SALT LAKE CITY — Lawmakers waited until almost the end of the legislative session to approve a clean-air initiative that could raise the gas rates for Questar customers.
Members of the House and Senate put the final wraps on a proposal by Sen. Stuart Adams, R-Layton, to push use of compressed natural gas for large vehicles as a means of reducing emissions in an ongoing battle to reduce air pollution levels in Utah.
The bill was finalized at 10:44 p.m., just a little more than an hour from the session deadline.
The bill takes a three-pronged approach to using a cleaner fuel alternative, with Questar as a key catalyst.
Questar could be put in a position to request a gas rate increase to fund the program, Adams said. He estimated any potential gas rate increase would amount to 8 cents a month, or less than a dollar a year.
The legislation focuses on building CNG fueling stations throughout the state and would create an interlocal agency with the ability to bond for natural gas fleet purchases.
The bill directs the Public Service Commission to explore options to advance and promote clean-air measures and provides a cost-recovery system, through Questar, that would pay for natural-gas fueling stations.
Adams said interlocal agreements with school districts or municipalities will be part of a conversion plan to a cleaner fuel source. He said Questar would fund that initiative through a conservation fund, which may need an infusion of as much as $5 million to move forward with the program.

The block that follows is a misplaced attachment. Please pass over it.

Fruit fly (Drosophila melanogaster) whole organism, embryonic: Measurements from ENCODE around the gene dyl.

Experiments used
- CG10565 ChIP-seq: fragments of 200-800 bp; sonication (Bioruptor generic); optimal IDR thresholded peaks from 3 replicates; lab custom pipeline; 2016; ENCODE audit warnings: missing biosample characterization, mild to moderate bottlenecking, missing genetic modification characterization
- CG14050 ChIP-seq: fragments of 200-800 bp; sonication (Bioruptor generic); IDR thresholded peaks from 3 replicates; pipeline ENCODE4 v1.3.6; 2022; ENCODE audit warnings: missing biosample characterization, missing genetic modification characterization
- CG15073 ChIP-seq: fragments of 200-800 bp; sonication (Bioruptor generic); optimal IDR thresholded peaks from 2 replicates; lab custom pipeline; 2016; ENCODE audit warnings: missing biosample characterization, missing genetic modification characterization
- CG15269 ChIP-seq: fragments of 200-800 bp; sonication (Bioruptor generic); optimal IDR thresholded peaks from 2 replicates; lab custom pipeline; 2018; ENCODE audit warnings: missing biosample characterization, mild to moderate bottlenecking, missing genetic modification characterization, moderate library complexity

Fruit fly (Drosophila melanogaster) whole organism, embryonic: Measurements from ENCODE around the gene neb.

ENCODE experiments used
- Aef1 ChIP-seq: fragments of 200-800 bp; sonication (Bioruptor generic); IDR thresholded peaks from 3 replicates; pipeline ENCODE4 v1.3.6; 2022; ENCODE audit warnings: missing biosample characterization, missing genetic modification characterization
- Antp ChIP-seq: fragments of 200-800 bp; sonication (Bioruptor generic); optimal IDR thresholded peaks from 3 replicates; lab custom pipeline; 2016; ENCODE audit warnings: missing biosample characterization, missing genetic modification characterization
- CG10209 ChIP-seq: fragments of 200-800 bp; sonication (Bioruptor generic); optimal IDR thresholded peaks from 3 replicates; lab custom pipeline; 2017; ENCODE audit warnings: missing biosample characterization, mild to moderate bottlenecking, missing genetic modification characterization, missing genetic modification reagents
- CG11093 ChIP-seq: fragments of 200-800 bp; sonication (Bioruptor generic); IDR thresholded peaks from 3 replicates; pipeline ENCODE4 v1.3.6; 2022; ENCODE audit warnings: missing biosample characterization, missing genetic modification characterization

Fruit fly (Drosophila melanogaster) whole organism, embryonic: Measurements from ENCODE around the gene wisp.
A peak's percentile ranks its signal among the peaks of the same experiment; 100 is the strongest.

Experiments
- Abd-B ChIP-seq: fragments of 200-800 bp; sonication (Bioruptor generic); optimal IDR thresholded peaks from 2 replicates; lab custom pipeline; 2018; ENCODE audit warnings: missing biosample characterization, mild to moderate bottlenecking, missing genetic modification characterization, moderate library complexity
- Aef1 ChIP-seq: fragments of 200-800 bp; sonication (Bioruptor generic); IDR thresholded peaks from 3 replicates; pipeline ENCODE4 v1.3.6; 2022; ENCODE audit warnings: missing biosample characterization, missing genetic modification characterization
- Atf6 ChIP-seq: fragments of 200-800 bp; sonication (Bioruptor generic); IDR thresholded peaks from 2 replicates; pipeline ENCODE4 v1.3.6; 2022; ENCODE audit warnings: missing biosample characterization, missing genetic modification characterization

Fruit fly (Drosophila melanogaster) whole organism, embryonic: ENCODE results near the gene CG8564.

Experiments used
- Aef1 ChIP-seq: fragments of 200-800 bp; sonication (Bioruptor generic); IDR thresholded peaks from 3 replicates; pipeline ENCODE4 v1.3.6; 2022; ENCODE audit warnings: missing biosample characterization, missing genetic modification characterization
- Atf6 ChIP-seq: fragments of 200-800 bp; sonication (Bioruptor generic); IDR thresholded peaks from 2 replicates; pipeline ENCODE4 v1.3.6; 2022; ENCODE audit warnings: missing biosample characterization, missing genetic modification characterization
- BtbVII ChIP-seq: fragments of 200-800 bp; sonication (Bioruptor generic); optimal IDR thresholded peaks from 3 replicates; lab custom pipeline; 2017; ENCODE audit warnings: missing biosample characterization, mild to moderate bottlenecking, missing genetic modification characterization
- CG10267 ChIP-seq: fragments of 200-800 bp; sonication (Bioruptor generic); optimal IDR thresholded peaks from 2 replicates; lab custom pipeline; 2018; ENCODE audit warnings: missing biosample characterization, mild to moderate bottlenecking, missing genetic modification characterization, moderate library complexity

Some members of the House tried to raise that gas ceiling Wednesday, saying $5 million isn’t much to wage a statewide campaign to switch to CNG, but that amendment was defeated after opponents worried it would raise gas rates far beyond 8 cents a month.
The bill’s final language gives the PSC the opportunity to raise that ceiling after one year, if it finds it to be in the public’s interest. The measure sunsets after five years.
Rep. Jack Draxler, R-North Logan, said it’s time to act.
“If we are going to make a significant difference, we have to take significant measures,” he said.
Opposition came from both sides of the aisle, from lawmakers claiming they like the bill but not the funding mechanism.
“I think this is an onerous burden to be laid on ratepayers. These costs hit the working class, the lower class the hardest,” said Rep. Brian King, D-Salt Lake City.
Rep. Earl Tanner, R-West Jordan, thinks funding for the bill is targeted to the wrong group.
“This bill is shifting the burden to rate payers, not shareholders. I encourage us not to do that.”
The measure is one of two clean-air-related measures approved by the Legislature during the 45-day session.